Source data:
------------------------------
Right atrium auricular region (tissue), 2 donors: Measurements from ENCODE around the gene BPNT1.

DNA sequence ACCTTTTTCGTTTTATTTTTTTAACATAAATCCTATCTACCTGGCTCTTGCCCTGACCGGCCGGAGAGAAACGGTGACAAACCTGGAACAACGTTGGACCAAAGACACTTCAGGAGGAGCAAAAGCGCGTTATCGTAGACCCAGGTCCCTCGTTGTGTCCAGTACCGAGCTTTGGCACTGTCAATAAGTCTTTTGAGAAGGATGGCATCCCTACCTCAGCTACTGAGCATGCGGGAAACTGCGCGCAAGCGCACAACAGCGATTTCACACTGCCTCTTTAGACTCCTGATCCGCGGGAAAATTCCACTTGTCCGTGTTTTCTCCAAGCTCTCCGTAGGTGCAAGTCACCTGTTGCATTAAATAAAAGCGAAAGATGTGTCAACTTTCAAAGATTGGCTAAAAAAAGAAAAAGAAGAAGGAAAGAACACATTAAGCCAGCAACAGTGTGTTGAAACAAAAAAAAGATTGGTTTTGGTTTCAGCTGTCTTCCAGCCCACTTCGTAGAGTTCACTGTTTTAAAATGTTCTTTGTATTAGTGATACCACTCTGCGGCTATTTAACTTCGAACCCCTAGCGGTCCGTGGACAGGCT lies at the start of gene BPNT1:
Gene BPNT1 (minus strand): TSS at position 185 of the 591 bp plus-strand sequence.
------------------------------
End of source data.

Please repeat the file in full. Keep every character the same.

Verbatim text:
Right atrium auricular region (tissue), 2 donors: Measurements from ENCODE around the gene BPNT1.

DNA sequence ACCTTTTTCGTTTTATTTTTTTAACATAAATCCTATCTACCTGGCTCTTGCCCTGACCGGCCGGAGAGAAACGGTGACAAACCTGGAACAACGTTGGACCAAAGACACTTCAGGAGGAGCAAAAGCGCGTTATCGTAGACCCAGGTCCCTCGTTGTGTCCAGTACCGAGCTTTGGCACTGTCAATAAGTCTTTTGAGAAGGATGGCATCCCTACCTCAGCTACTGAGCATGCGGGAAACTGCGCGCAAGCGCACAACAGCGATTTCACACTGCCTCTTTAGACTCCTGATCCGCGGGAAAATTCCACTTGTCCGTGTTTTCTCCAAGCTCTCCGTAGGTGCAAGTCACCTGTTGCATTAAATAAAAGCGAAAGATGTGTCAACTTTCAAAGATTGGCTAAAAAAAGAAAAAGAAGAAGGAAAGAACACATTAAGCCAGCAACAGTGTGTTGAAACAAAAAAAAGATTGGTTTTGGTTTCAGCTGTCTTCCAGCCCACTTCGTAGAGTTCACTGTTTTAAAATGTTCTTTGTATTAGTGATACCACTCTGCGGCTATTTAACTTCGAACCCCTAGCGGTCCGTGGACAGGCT lies at the start of gene BPNT1:
Gene BPNT1 (minus strand): TSS at position 185 of the 591 bp plus-strand sequence.